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Avionica is Making Flight Plans

Avonica
Avionica's assembly plant in Miami


Avonica's 5-ounce flight recorder
Before Avionica created a 5-ounce flight data recorder in 1999, the "black boxes" weighed in at 20 pounds. Today, Bombardier, Lufthansa, Continental Airlines and other customers use 6,500 of Avionica's recorders. For many, Avionica also downloads, processes and analyzes the data.

The flight recorder wasn't the first piece of airplane equipment that the Miami company miniaturized. Founded in 1992 by former University of Miami classmates Raul D. Segredo and Stylian N. Cocalides, Avionica originally made tools that airlines use to diagnose and repair avionics and electronics systems. They created portable, laptop-attached devices to replace the large, expensive racks of computers that were then typical.

But the pair realized there was more potential in selling equipment for use on the plane. "Maybe they'd need 20 pieces of ground support equipment," Cocalides says. "But if they needed stuff that went on the aircraft, they needed 400 of those." The company, which manufactures at a plant in Perrine in southern Miami-Dade, turned its attention to avionics, focusing its ground support business on downloading and monitoring flight data.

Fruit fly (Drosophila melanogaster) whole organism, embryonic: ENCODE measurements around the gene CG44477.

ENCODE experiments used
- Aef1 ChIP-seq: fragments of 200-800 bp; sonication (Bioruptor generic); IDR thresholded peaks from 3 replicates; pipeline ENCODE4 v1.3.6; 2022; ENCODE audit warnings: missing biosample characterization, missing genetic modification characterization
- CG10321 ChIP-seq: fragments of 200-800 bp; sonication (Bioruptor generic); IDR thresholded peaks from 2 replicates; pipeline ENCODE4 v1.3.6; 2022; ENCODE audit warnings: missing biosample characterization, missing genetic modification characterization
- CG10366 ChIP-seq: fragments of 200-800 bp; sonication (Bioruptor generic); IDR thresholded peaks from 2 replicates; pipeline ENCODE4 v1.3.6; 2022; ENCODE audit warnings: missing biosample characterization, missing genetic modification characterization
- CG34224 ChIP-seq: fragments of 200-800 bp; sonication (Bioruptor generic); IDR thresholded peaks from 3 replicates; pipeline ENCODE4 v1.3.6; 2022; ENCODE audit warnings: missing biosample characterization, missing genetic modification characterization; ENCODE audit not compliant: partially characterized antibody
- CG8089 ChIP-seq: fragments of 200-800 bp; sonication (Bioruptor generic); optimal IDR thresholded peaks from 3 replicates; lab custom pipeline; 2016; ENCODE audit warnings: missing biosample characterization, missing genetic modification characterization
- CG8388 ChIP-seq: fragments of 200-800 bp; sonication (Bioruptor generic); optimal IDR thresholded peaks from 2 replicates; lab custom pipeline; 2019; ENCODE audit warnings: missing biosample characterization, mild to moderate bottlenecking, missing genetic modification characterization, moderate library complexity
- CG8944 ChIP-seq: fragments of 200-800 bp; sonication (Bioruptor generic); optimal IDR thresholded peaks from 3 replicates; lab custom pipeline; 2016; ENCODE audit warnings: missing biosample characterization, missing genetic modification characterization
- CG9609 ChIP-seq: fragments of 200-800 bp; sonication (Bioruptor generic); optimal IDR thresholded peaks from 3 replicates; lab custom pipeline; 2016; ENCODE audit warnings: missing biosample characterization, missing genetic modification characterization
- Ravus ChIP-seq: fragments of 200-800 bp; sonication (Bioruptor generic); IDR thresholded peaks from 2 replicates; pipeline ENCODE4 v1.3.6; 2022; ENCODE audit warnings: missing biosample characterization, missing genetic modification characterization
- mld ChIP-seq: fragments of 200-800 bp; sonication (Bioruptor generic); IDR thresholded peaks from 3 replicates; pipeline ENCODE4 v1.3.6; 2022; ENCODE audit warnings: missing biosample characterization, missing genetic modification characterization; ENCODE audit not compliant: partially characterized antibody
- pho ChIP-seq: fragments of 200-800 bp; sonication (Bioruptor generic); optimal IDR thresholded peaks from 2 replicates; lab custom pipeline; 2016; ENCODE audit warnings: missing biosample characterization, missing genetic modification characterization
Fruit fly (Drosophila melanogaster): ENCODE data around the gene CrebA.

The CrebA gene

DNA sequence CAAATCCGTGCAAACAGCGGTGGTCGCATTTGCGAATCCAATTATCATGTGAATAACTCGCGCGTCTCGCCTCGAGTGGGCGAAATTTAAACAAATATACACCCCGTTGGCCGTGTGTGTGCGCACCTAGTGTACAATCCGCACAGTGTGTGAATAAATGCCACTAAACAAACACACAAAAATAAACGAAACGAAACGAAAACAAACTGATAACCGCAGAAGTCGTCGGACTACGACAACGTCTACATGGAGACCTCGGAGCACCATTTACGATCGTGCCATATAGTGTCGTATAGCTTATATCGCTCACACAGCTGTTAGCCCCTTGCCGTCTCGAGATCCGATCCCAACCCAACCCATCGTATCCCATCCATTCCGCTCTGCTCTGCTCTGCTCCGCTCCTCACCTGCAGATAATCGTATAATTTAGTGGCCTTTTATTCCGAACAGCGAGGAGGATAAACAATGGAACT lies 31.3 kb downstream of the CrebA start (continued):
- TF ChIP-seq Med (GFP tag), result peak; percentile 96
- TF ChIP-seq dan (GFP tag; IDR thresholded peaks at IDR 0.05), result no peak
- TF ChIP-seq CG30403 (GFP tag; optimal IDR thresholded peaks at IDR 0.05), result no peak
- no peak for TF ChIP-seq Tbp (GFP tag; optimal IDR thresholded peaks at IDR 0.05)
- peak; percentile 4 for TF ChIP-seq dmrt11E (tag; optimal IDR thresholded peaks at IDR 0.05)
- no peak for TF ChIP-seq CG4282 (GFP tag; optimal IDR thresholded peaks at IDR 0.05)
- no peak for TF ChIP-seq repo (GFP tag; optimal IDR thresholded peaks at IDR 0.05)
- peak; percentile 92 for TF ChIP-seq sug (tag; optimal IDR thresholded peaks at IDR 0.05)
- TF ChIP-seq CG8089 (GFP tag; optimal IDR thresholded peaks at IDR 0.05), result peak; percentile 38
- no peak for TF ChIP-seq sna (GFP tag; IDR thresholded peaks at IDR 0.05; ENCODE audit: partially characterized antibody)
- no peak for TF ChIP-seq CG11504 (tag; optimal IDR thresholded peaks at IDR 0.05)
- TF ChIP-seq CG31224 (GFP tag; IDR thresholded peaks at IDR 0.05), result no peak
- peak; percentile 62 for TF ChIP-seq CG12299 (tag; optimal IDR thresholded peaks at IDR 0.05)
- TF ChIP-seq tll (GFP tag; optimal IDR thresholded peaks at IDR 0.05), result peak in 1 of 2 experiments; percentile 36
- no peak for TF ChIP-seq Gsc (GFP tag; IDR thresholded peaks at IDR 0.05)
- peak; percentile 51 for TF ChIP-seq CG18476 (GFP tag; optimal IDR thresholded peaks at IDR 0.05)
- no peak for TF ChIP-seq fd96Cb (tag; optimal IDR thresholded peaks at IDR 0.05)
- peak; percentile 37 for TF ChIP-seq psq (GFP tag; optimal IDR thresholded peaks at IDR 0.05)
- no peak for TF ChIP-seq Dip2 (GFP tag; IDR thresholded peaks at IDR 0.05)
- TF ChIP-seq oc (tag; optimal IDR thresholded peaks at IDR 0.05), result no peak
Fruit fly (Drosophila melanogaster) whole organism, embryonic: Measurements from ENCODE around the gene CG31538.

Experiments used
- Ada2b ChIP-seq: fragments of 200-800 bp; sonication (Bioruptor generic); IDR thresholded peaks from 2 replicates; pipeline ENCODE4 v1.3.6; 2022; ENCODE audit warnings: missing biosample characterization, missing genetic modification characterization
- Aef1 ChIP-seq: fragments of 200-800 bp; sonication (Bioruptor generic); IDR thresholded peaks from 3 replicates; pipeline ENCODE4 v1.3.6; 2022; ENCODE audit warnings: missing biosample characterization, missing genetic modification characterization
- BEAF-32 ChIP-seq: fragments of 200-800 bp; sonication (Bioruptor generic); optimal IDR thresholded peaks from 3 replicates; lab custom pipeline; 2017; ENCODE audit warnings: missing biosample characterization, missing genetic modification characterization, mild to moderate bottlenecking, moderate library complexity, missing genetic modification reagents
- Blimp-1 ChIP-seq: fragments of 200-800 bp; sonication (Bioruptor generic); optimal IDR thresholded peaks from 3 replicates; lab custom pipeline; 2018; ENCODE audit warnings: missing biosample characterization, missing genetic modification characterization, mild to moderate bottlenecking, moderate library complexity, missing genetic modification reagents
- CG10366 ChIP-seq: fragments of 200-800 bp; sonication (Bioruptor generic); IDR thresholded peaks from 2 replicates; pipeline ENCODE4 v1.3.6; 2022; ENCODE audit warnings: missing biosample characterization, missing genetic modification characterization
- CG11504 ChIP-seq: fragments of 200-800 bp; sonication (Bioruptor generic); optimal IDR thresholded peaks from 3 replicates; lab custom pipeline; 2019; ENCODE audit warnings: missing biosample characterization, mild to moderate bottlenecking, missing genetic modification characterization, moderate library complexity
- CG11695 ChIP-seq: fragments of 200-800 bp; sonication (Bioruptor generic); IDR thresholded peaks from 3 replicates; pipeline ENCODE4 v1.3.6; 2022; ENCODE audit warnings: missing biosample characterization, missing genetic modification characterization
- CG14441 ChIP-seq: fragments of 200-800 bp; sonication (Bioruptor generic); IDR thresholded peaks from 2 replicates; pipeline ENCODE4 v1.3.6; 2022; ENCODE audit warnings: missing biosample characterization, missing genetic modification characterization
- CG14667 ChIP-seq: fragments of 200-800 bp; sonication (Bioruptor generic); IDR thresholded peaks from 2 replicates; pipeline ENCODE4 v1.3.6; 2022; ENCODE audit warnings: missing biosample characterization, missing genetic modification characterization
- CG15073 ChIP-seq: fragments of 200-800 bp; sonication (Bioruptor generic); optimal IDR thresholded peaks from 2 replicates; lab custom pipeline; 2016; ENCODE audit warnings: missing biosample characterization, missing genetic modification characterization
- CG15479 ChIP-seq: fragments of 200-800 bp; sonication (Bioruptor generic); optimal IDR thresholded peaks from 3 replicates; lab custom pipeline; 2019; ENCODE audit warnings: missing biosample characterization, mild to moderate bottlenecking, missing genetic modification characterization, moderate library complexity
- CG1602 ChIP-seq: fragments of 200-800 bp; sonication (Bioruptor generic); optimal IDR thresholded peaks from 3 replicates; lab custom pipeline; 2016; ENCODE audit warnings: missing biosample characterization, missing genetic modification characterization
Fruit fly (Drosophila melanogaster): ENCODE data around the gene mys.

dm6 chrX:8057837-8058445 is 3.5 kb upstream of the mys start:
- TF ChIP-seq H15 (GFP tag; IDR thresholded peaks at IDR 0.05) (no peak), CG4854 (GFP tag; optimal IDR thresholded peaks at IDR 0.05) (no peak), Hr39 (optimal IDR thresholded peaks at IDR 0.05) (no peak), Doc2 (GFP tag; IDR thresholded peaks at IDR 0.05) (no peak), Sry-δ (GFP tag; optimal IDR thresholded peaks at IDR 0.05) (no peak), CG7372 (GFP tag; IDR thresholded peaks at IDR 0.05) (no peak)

Cocalides
Cocalides
Avionica also developed SatLink Irridium, a satellite-based communications system that lets planes stay in contact with the ground even when they aren't in areas that have full radio coverage.

Revenue grew about 10% during the recession. Cocalides says Avionica has also pursued international business, with about 60% of its business coming from exports, up from about 40% three years ago. He attributes the company's growth to being innovative, "small and flexible" and debt free. "We're a very conservative group. It has permitted us to watch a lot of folks that were highly leveraged go down the tubes."